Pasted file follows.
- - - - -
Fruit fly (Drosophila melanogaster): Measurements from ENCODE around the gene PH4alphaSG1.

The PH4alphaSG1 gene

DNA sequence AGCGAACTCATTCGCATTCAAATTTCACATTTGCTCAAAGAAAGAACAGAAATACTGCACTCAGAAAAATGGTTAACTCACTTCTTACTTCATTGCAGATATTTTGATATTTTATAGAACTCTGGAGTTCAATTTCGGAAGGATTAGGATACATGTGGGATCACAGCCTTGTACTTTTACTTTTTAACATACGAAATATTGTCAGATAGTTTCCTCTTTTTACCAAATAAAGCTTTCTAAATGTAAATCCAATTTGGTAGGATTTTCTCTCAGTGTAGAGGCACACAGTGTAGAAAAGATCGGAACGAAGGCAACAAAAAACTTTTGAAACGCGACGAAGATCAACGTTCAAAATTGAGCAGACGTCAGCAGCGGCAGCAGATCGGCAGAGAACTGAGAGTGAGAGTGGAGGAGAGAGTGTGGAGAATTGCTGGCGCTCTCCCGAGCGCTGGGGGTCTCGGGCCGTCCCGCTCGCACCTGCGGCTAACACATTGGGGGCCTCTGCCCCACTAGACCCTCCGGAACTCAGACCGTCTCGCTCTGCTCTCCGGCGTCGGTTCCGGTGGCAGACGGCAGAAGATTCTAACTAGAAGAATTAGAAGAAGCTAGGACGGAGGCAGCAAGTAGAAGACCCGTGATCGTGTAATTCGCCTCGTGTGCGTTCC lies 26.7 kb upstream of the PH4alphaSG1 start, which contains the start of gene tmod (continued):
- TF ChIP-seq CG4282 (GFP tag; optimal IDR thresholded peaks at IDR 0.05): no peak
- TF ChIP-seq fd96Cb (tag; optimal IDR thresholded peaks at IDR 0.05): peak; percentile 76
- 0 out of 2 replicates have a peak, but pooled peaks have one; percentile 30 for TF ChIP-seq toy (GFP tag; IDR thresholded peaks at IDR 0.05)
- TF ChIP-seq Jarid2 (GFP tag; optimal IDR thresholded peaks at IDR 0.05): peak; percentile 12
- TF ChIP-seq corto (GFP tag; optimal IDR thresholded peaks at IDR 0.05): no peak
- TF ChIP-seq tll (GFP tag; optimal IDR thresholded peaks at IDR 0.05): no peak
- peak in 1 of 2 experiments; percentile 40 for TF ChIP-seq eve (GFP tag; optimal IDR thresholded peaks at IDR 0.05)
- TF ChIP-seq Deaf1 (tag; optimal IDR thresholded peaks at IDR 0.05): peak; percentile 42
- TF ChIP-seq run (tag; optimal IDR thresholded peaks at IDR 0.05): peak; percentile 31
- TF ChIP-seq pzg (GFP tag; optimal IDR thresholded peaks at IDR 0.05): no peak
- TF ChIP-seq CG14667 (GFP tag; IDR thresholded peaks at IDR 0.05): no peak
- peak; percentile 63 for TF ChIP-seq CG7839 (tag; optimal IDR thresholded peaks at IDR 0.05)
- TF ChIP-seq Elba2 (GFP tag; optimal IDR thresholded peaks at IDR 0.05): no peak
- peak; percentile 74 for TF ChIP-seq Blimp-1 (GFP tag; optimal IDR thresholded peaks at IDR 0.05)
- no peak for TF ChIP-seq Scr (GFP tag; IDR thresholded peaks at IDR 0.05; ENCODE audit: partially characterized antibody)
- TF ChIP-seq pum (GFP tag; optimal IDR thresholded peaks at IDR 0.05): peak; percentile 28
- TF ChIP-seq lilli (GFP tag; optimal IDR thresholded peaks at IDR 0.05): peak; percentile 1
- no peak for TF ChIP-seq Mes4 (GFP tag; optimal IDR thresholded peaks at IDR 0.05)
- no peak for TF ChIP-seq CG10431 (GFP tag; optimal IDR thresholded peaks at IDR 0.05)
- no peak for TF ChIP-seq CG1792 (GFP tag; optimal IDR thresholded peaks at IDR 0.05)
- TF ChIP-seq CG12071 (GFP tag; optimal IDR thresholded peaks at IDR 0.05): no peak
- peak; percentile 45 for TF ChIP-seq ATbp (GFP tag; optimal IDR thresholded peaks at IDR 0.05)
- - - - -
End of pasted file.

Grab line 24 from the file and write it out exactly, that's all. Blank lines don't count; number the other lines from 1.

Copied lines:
- TF ChIP-seq CG12071 (GFP tag; optimal IDR thresholded peaks at IDR 0.05): no peak